After the preparation of standard solutions of each aflatoxin, their concentrations were determined by using a Helios gamma UVG  spectrophotometer.

The working standard solution was also prepared by diluting mixed standards (AFB1, AF G1 of 1.0 ppb and AFB2, AFG2 of 0.5 ppb) in vials and evaporated then filled with benzeneacetonitrile (98:2v/v). Preliminary tests under the UV fluorescence were conducted to estimate the intensity of the aflatoxin standards.


The absolute aflatoxin contamination values obtained from the TLC were recorded in Microsoft Excel sheets and transported into GraphPad Prism for analysis. The experimental results were analyzed using GraphPad Prism (V.5) for the effects of various factors on the results at 5% probability and 95% confidence interval.  


Figure 1:  A graph is displaying aflatoxin B1 contamination levels from 2008 to 2018.

Table 1:  Variation (number, range, mean, and standard deviation values) of Aflatoxin B1 contamination levels as detected by the TLC.


Number of samples per year

Samples within permissible limits(15ppb)

Range of AFB1 (ppb)

AFB1 mean (ppb)

Standard Deviation




  1. 46.64












     0 - 950.57






    0 - 2851.71






0 - 308.93






0 - 142.59






0 - 95.06






0 - 66.54






0 - 475.23






0 - 109.32






0 - 95.06



At a glance at the graph, it can be deduced that, there was a rise in aflatoxin values from 2009 to 2011 and then a sudden reduction in values until 2018. This can also be seen from the mean and standard deviation values of the various years as compared to the codex control mean of 15 ppb. All the years are significantly different from the control except for 2016 & 2017 due to its less experimental values. The greatest deviation was observed in 2016 with the biggest coefficient of variation (285.17%) from the control, followed by 2010 (240.93%) and 2011 (237.57%). A 95% confidence interval was used in all analyses. The respective years varied significantly from each other with P< 0.05. Dunns Multiple Comparison test was used to compare each year against each other. There were significant differences between some years and the control (2008, 2011, 2013, 2014, 2015, 2018), with 2011 having the highest significant difference (p< 0.0001).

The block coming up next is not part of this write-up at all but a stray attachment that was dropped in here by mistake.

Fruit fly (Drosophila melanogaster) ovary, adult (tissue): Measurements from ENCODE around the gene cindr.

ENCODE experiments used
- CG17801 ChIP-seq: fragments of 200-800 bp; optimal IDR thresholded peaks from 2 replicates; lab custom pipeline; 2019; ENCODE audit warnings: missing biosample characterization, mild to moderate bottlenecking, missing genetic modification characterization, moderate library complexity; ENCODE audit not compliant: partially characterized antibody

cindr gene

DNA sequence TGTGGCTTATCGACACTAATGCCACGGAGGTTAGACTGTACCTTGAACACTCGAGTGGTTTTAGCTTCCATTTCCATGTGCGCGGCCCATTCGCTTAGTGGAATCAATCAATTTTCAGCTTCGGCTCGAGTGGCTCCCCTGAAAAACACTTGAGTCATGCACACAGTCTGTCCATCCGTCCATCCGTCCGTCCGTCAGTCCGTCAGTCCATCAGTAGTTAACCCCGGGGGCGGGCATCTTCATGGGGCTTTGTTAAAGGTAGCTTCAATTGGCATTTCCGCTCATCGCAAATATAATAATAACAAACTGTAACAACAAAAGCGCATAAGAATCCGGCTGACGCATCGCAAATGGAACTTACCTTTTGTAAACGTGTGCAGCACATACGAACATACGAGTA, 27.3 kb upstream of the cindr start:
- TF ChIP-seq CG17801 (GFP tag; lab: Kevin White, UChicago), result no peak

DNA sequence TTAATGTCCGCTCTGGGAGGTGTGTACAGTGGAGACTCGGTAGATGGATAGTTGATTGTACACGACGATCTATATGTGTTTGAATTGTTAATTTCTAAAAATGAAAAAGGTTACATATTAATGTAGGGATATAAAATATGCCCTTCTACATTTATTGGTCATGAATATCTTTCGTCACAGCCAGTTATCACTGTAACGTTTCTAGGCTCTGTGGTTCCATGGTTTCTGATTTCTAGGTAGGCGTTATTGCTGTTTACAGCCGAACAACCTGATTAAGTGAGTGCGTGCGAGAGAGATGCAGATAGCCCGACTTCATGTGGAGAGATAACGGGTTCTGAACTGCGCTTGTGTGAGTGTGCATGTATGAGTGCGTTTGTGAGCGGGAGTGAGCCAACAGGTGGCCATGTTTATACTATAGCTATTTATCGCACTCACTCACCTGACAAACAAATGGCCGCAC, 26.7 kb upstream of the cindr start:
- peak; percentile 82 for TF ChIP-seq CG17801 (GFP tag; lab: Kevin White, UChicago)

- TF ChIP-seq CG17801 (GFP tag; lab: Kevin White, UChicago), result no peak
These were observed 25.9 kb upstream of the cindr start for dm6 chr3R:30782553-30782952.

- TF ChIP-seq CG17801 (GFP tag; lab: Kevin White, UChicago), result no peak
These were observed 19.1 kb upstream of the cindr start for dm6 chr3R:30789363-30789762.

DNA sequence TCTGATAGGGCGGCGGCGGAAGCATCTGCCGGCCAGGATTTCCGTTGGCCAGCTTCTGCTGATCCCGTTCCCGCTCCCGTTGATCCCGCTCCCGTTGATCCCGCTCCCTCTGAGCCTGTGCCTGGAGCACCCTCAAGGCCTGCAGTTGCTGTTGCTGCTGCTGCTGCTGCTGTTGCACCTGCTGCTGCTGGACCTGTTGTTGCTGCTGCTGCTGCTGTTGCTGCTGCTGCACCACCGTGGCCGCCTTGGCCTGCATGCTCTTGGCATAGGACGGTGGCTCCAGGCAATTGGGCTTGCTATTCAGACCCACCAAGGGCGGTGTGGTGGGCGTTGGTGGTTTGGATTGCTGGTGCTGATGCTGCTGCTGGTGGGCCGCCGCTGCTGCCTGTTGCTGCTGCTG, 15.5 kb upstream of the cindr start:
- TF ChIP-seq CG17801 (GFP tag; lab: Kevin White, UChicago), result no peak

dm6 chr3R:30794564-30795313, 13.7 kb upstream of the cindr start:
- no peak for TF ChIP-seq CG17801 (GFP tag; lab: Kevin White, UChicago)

As per samples brought to the Aflatoxin and Food Chemistry Laboratory from 2008 to 2018, the aflatoxin content on groundnut kernels varied over the years of the study (Table 1). The highest mean level of aflatoxin content was in 2011 with 112ppb, while the lowest was in 2008 & 2018 with 8 ppb. In 2010, 276 samples were analyzed with a mean of 42.7 ppb. However, the mean contamination levels of aflatoxin in 2014, 2013, 2015, 2018 were lower than the maximum tolerable limits (<15 ppb). Those with permissible level (<15 ppb) of aflatoxin content were safe for human consumption, as mentioned in the document of the Codex Alimentarius Commission. However, the rest of the years were in the non-permissible level set for AFB1with toxin content higher than the 15 ppb (Table 1). The results of AFB1 occurrences were very prevalence over the years; out of the 1168 samples, 58% of the samples were within the acceptable limit of the Codex Alimentarius, which is <15 (ppb).